This is something I discovered recently during the process of registering part of the large collection of photographic negatives, taken by photographer Gervaise Purcell, and acquired by the Australian National Maritime Museum.
The Gervaise Purcell Collection is comprised predominantly of black and white negatives of assorted formats, with some colour negatives and slides too. Registering these objects has meant spending hours each day bent over a light box, looking through a photographic loop, and trying to glean as much information as possible from the negative images to add to object descriptions in our collection database. When looking at images in negative all day, it can really mess with your eyes! Often it’s hard to really get a good sense of what’s going on, the details are harder to distinguish, and lighting and shadows can distort your perspective. After completing the sorting, measuring and other cataloguing details, I was excited to reach the stage in the registration process where I began to scan the negatives and attach the images to the collection database.
When using the transparency attachment on a scanner, negatives are transformed into positives, and you can see the actual image that the photographer originally captured – in all its positive detail! It has been an amazing process to have these images revealed to me after spending so long looking at them in negative and attempting only to imagine the way that they would really look, with all their features like textures, lighting, and detailed elements such as faces in particular.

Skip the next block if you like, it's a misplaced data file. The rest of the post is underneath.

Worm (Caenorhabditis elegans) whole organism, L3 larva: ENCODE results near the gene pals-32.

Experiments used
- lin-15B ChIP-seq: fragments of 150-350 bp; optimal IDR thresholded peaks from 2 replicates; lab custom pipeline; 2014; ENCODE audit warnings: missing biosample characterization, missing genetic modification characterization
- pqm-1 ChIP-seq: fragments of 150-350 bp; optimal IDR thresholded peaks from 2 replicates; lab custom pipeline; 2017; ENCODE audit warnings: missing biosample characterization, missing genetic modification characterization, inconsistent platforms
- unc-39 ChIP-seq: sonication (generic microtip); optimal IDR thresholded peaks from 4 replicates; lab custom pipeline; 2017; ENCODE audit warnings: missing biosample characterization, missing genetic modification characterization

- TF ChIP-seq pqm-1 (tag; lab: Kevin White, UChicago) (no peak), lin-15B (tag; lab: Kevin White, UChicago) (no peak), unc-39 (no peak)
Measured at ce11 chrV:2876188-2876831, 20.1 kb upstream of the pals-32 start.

A particular highlight in the initial batch of negatives I have registered are images Purcell took in connection with the launch of the regular Ansett Airways flying boat service between Rose Bay and Lord Howe Island in the early 1950s. Flying boats were seen as a rather romantic method of transport in this era, and the Lord Howe Island route (which operated right up until 1974) epitomised this sense of romance and adventure, with passengers being transported direct from the city to a remote island paradise.
Purcell also photographed a significant portfolio for the marine department of Amalgamated Wireless Australasia (AWA) which produced marine radios, telephones and other communication/navigation devices, even documenting the testing of an early underwater television camera – as you can see from the images below, its dimensions are a far cry from the small handheld cameras that divers can film with these days!
One thing that has been made clear to me during the process of scanning these negatives is just how talented a photographer Gervaise Purcell was. Seeing the beautiful images he captured of ships in Sydney Harbour at night time and the warm inviting images of people on board cruise ships, even just the product shots of radios, whether in black and white or colour, it has been a wonderfully exciting process – and I haven’t even made it to the box of negatives marked “Swimsuits” yet, where some of his most iconic, fun and striking fashion images are waiting for me!
The registration of this large collection is an ongoing process and records will be added to the online collection, available for searching and viewing, as they are completed.
Assistant Registrar – Digitisation